Finding Lost Pets
When your pet is lost, time is of the essence. The sooner the process begins, the better your chances are of getting the animal back. Animals tend to move in a counter clockwise direction from the place where they become lost. While you are searching, don’t forget to put a blanket, towel, shirt outside near the entrance. And check it often to see if your friend has come home or come back to snuggle in it even if you weren’t there.
Look all around your home and the neighborhood. Check out debris piles, sheds, under vehicles, etc. Don’t rule anything out. It’s amazing where an animal can hide!
Post and hand out flyers in your immediate area – businesses, your postman, neighbors, delivery services, etc.
Include a large picture of the animal (preferably in color) or a picture of an animal of the same breed. Add the word “REWARD” in big red letters at the top and “for information leading to the return of this lost pet” in smaller letters below it. Be sure to include the date and general location the animal was lost. (And don’t forget to remove the flyers when your animal returns so people are not continuing to look.)
Tell Animal Care Personnel
Call the local vets, animal control officers, shelters, lost animal agencies, and rescue groups in the area. If appropriate, contact the breed rescue group in your city/county/state. And continue to contact them every couple of days until your animal is home.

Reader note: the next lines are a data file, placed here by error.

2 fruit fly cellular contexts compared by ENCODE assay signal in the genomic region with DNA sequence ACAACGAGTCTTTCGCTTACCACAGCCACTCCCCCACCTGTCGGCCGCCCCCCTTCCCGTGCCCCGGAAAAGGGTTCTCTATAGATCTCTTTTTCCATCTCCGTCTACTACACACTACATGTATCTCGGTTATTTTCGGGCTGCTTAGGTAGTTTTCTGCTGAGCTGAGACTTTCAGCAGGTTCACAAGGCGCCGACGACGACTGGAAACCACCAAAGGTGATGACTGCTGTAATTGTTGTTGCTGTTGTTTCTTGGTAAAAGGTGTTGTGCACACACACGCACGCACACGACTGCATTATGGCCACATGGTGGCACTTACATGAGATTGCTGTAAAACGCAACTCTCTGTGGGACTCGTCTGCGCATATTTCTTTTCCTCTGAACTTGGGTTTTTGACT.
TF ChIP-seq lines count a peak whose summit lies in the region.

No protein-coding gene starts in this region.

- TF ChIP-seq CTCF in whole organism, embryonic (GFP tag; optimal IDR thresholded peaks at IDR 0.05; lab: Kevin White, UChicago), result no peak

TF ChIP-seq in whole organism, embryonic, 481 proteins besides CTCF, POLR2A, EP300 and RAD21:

Travel the nearby roads within at least a 2-mile radius of where the animal was lost. Walk any areas which seem remotely possible for your animal to be lost in, and do so on a daily basis. Animals are usually not comfortable around vehicles so they will probably not come up to yours. If they can smell your scent and hear your voice (a few of the reasons for walking the area) it may give them enough of a sense of safety to come to you.
Run an Ad
Place an ad in your local newspapers. Many papers will do a short ad for free.
Follow your Instincts
Are there areas the animal could get into but not out of? A shed, a basement, under a building, in a garage? Check them repeatedly. Lost animals move frequently. If you have a gut reflex about a place, check it out no matter how impractical it may seem.
Your search may go on for some time. Know that animals are very resourceful about taking care of themselves. They can do without food a lot longer than they can without water.
Use Telepathic Communication
The Light – Picture in your mind a big beacon (similar to a lighthouse) or a beam of light shooting straight up (similar to the powerful lights used at night to announce a grand opening or event). Picture this light coming from the area or object you wish your animal friend to go to or return to. Hold that picture in your mind with the intent that it is drawing the animal to that spot. Imagine that the beacon is circling 360 degrees, searching for and reaching out to your animal. Your intent is that this beacon or beam of light is(not will but is,) drawing your animal friend back to you, guiding him or her home. Imagine that your animal friend can “see” this light in his or her mind too. Intent is the most important part of this technique, so don’t worry if you can’t “see” such a light in your mind’s eye. Imagine that you can. Periodically reaffirm this intention by picturing the beacon or beam of light.
On-line pet locator resources
For an excellent list of them and additional information, go to http://www.missingpetpartnership.org/index.php.